It has EA's involvement.....
... so it's bound to be shit.
One of the highlights of the 2009 Los Angeles Auto Show, which opens on 4 December, will be a jet-powered electric car. Called the CMT-380, the vehicle has been developed by microturbine specialist Capstone with help from Electronic Arts' Chief Creative Director, Richard Hilleman, who presumably is tired of only driving far- …
Umm that's a bit harsh...
They did make Deluxe Paint and the IFF file format if I remember right back in the day (DPaint is still used by alot of graphics design people - I know of about 5 I could put names to off the top of my head). Photoshop might be good for remastering photos, Dpaint is good for pictures from scratch.
I sketched out a design similar to this several years ago. I don't know if they've got the refinement of being able to use the battery in parallel with the full generator output to boost acceleration over short distances. I also threw in regenerative brakes for good measure.
The main thing stopping me back then was getting hold of a suitable-sized turbine (and lack of cash).
At last someone has had the sense to use a power plant intended to run a generator, not some antiquated lump intended to work over a wide speed range, ie. jack of all trades, master of none. Once this gets a good looking at the hybrid car will be feasible, as it is hybrid designs are just an extra piece of inefficiency in an already inefficient design,
Number6, have a look at turbines built from turbo's. You've probably already seen them but it's what I was planing to use if I ever get around to trying it, god help the alternator bearings though :)
This is used to RECHARGE, not to drive the main train. You can buffer a good amount of power to get up to speed, you don't need the turbine to produce the power continuously - unless you want to maintain that speed.
However, you make in the process one very important point.
Fuel consumption at higher speeds can become simply ludicrous - I've done speeds that made my car use over 5x as much fuel as at UK national speed limits due to roll resistance and wind (the irresistible, temporary temptation of a totally empty, straight 5km stretch of German Autobahn :-).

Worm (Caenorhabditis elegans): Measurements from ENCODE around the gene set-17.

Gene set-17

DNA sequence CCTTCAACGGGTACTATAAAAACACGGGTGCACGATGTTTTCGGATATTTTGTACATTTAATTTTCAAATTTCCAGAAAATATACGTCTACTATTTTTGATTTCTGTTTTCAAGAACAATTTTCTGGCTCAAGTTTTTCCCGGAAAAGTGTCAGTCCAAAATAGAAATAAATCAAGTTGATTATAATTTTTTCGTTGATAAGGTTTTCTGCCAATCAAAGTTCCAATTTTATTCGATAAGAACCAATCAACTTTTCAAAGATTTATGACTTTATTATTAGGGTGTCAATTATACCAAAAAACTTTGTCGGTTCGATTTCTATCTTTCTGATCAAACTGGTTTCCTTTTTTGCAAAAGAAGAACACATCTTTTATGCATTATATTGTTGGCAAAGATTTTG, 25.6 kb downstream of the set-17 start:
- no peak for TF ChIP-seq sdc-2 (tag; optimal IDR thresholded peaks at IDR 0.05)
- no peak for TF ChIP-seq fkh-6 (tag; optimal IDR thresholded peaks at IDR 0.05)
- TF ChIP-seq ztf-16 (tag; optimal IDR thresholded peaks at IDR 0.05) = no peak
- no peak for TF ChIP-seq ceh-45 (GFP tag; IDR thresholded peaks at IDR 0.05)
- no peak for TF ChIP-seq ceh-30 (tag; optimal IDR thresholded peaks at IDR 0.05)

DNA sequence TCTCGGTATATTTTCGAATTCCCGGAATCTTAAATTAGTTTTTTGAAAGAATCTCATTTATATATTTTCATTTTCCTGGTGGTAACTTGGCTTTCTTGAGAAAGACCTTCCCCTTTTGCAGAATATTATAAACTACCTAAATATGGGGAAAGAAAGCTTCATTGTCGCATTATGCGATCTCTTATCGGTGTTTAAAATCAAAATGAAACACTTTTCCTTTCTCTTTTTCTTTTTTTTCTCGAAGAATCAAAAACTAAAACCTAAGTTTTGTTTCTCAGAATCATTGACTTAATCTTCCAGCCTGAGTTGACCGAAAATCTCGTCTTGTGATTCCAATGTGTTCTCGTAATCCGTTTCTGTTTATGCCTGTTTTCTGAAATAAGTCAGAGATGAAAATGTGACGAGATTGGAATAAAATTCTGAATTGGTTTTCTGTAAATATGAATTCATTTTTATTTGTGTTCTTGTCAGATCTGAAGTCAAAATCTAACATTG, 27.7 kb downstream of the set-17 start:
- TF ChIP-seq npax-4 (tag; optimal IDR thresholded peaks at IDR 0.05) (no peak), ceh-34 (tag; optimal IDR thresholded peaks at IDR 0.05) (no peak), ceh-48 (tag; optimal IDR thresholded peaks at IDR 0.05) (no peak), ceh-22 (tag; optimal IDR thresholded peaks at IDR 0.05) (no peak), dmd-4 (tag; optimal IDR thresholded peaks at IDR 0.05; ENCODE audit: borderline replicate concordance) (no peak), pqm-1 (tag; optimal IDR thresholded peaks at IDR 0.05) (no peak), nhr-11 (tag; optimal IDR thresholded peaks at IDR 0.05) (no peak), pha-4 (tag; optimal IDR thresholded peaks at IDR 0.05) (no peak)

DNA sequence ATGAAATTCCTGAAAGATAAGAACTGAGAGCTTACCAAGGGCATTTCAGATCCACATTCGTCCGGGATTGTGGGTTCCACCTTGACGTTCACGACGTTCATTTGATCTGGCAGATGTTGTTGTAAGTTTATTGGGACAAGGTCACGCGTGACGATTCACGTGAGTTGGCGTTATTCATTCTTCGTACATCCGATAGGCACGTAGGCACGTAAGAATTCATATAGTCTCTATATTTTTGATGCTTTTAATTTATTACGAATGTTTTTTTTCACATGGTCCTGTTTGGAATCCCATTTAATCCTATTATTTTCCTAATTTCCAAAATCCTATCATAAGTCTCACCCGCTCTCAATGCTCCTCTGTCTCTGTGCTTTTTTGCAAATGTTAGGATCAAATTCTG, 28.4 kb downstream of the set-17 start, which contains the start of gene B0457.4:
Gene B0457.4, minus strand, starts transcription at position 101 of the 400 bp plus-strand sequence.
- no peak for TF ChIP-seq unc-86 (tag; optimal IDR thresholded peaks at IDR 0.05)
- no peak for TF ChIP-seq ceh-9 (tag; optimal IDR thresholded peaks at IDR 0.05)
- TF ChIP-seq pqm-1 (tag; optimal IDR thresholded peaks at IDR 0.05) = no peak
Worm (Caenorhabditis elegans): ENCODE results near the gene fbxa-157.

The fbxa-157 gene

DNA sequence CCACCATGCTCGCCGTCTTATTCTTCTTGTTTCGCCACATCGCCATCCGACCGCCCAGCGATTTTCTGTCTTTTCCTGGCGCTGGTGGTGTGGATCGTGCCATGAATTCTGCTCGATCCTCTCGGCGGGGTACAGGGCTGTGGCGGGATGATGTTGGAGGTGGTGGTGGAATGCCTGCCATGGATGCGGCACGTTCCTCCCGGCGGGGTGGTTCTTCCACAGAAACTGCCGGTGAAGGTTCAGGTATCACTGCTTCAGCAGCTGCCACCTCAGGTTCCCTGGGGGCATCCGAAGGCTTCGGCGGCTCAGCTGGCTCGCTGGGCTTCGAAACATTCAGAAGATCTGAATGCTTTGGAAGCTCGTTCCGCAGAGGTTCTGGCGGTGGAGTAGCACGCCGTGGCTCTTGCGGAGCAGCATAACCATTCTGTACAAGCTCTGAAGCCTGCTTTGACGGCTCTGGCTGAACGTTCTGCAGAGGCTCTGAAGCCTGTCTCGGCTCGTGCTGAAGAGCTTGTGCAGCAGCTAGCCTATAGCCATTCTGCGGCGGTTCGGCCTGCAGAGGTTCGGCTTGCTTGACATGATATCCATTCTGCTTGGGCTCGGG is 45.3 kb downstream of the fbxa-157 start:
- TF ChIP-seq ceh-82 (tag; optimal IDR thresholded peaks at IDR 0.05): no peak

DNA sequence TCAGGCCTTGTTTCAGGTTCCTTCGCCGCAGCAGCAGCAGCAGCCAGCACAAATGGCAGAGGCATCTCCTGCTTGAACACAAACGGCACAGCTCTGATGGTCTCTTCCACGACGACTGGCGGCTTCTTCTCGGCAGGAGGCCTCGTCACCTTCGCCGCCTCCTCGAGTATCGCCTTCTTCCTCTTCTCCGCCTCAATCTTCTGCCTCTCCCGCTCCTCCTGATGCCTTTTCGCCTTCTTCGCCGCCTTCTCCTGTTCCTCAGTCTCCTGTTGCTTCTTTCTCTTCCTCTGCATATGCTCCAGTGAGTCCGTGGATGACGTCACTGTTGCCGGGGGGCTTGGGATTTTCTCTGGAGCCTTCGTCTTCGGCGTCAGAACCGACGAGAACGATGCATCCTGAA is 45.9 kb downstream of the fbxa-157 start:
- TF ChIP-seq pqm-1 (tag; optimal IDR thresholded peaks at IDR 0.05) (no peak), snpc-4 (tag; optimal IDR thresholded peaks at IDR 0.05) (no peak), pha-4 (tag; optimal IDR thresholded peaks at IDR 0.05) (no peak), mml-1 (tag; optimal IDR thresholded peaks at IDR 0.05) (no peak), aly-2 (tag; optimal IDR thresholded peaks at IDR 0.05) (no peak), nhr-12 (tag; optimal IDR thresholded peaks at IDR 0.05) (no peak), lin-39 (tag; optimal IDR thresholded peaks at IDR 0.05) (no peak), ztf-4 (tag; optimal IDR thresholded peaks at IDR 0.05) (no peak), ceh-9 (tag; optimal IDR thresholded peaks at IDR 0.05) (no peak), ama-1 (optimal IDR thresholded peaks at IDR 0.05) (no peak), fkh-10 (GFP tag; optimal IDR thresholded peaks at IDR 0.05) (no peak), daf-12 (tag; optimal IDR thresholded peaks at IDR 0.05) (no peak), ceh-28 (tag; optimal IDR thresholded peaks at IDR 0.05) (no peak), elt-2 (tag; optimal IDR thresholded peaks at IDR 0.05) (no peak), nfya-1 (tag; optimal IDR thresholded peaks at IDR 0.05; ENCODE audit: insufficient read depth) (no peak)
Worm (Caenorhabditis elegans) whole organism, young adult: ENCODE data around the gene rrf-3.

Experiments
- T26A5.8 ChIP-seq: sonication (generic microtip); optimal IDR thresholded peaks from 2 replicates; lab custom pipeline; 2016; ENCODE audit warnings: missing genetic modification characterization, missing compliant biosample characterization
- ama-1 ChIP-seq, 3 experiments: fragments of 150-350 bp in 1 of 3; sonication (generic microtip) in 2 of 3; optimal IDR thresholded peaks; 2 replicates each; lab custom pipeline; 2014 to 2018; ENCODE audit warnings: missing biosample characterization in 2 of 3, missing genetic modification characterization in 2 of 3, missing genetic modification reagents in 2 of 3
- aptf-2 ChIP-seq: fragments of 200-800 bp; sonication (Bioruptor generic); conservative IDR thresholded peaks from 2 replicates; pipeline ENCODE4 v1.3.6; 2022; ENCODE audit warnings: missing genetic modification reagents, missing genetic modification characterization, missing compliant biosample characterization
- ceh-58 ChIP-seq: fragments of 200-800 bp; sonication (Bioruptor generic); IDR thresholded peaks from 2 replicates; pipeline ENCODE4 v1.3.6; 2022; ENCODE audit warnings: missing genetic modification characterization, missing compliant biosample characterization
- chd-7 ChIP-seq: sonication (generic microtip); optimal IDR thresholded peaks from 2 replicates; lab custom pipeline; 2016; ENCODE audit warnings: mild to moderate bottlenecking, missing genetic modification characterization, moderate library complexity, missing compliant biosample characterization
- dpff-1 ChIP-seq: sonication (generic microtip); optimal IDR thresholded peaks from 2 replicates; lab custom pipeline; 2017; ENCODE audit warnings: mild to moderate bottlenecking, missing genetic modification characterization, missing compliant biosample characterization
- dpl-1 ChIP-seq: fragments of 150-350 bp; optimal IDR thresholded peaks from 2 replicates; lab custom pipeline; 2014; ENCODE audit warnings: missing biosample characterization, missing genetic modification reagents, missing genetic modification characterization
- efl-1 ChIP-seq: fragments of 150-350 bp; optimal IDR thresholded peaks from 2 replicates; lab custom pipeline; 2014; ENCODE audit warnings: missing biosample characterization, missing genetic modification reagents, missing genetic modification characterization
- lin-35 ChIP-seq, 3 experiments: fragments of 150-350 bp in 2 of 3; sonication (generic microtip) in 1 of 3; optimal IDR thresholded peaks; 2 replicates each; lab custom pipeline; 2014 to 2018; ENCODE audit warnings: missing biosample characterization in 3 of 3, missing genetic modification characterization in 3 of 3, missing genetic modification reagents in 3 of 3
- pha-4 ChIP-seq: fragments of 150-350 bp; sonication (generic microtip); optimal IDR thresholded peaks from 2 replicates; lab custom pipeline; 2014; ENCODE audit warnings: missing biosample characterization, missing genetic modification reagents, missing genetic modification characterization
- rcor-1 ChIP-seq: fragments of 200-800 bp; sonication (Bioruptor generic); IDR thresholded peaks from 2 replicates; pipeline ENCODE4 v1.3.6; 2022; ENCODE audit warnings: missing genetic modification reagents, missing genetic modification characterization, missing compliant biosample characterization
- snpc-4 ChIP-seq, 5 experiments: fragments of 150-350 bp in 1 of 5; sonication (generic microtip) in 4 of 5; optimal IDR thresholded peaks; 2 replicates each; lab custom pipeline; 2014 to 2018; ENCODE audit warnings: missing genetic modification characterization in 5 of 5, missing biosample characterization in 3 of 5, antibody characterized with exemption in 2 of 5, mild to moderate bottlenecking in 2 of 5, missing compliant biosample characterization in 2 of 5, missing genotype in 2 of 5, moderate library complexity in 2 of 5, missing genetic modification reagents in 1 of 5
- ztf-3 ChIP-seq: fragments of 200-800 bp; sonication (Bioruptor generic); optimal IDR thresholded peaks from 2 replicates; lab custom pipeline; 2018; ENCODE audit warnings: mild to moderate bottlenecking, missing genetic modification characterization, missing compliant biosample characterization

Making a car go very, very fast is thus IMHO mildly counter productive if your aim is fuel economy..
its called a gearbox!
Your car is geared so that it can drive at 1-2000 rpm and serious efficiency all the way to 50mph
at 70 your doing 3-4000rpm
at 90 your doing 4-6000rpm
so when you take it all the way up to 7-9000 rpm of course its drinking 5 times the fuel... if you want speed and efficeincy change your gear box!!
A jet engine is a reaction engine - that is where there is a reaction mass expelled at high speed to generate thrust via various arrangements of fans, compressors, combustion chamber and the like (there are some none combustion powered jet engines, but not so common). The class is quite wide, so the exact details vary quite a lot,. However, if it doesn't work through the thrust produced by a reaction mass. This is not a jet engine...
It is a miniaturised gas turbine used to power a generator.
microturbines are the future of electric drive enxtended range vehicles. UNFORTUNATELY, engines like the c30 are about $25K today. Even with mass production, and some laxes in build tolerances (since it would only need to last 10 years used a few hours a day, not 24x7 like the c30 generators it;s designed to power), the exotic materials in said engine will forever keep the prices about $10K. Even streatching current electric/gas hybrids from 60MPG to 100MPG is not enough over 250,000 miles to justify the cost. The difference in price between this engine and a basic cheap hybrid car needs to be within $3,000 (and that hybrid itself not more than $2K higher than a regular car).
If they could take the 30kw engine and par it down to a 15 or 20, it would not save more than 3 or 4K in build costs. That's not enough.